Philly Inquirer Commends JLC’s “Dedicated Lawyers”

More praise, much deserved, for the Juvenile Law Center: the Philadelphia Inquirer ran a congratulatory editorial today praising the organization and celebrating its MacArthur Foundation award. Here it is, in full:

The $500,000 grant from the MacArthur Foundation to the Juvenile Law Center is just the latest confirmation of the good and important work the Philadelphia organization has done for more than a quarter-century.

Since 1975, the JLC has often been the leading legal voice in the city for children. Founded by four Temple University law school graduates, it is one of the oldest public-interest law firms for children in the country.

Many of the youths the JLC advocates for are society’s most troubled and vulnerable. Without this band of dedicated lawyers, many of the rights and interests of kids in the child welfare and juvenile justice systems would get overlooked.

Initially, the JLC focused on local cases, often involving overcrowding at juvenile justice institutions, as well as abuse, neglect and school discipline matters.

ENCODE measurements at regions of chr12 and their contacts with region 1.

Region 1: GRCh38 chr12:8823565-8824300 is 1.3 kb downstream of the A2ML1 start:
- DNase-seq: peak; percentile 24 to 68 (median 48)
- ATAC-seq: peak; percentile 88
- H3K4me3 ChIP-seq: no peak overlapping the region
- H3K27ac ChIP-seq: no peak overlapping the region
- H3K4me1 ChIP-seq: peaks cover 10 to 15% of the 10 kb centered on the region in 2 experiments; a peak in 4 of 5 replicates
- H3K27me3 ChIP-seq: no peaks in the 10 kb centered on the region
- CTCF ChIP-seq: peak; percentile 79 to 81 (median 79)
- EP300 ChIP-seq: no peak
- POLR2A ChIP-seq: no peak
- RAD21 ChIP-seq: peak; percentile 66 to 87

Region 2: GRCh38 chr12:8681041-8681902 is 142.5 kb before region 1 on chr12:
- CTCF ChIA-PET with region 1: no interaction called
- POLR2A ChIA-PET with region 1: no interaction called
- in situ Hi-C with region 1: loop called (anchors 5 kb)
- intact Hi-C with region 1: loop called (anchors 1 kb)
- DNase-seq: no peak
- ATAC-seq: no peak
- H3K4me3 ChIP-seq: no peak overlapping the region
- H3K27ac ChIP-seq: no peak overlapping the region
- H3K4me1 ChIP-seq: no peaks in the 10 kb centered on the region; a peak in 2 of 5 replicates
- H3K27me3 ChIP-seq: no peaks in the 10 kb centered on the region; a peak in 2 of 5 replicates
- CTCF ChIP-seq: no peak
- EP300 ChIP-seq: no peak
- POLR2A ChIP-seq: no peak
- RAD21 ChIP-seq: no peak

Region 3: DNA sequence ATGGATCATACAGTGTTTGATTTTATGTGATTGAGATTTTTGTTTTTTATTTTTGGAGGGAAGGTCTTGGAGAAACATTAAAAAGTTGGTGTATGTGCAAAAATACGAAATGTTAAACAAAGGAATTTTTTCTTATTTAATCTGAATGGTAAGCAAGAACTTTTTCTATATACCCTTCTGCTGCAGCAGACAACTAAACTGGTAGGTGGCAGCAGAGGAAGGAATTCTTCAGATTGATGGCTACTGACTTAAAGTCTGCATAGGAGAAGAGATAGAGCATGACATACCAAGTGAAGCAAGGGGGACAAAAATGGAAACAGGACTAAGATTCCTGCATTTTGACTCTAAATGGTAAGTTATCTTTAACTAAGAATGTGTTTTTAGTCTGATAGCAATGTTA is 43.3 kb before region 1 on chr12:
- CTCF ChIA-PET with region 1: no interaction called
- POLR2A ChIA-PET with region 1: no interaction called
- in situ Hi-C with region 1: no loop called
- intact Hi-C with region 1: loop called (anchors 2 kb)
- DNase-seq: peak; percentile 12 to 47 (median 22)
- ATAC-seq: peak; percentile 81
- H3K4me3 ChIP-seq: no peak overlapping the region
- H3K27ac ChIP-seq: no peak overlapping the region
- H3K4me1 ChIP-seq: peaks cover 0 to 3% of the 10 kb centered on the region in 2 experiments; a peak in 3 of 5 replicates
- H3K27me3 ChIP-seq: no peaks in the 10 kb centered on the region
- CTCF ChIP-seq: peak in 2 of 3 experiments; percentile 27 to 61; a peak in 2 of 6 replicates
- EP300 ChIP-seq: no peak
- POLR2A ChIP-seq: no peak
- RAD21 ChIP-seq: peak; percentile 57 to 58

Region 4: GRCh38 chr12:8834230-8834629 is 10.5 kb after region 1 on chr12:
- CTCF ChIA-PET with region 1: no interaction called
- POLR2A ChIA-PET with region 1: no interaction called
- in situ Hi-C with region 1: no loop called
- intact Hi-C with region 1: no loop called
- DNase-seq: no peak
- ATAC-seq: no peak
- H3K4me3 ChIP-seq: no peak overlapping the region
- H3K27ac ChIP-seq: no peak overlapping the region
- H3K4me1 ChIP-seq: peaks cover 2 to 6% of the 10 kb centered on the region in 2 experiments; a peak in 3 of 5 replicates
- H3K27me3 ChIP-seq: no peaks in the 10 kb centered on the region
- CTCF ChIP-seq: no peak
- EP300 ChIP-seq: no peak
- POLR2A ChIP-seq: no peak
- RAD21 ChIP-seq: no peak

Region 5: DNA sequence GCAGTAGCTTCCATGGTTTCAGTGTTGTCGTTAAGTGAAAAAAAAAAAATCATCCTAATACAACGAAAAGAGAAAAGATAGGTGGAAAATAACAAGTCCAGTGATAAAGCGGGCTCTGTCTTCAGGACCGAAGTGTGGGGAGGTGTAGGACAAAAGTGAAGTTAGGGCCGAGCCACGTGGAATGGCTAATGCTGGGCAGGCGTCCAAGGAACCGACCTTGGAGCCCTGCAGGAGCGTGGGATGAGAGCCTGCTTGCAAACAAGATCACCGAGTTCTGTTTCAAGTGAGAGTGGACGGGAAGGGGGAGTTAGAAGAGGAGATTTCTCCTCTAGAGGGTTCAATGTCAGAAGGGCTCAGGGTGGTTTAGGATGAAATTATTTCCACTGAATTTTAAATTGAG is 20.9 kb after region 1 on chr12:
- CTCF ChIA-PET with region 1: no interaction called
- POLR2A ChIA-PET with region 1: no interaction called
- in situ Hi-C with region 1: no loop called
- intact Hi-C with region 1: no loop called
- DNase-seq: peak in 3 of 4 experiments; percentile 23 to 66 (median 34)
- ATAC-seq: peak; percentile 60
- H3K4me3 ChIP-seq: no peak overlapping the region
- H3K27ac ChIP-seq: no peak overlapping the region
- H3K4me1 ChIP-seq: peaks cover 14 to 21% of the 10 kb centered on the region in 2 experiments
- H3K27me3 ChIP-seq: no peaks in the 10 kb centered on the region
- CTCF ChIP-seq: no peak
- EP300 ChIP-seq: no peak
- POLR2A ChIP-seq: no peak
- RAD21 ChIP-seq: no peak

Increasingly, the nonprofit has been involved in broader class-action suits, appellate work and policy studies that impact treatment of youths nationwide.

The JLC has helped craft model legislation and policies that favor rehabilitation instead of jail for juveniles – arguing that harsh treatment for young people is both unjust and ineffective.

In 2005, the JLC filed a friend of the court brief in Roper v. Simmons, a key U.S. Supreme Court case that abolished the death penalty for crimes committed by anyone under age 18. At the time, the United States was the only nation that allowed for minors to be executed for crimes.

The JLC has filed briefs on behalf of juveniles being held at Guantanamo Bay. One case involves a boy who was 15 at the time of a firefight in Afghanistan, who was charged with hurling a grenade that killed an Army soldier. The JLC argues the boy was pressed to fight without the ability to think on his own.

As in many other JLC cases, the boy now has someone on his side.


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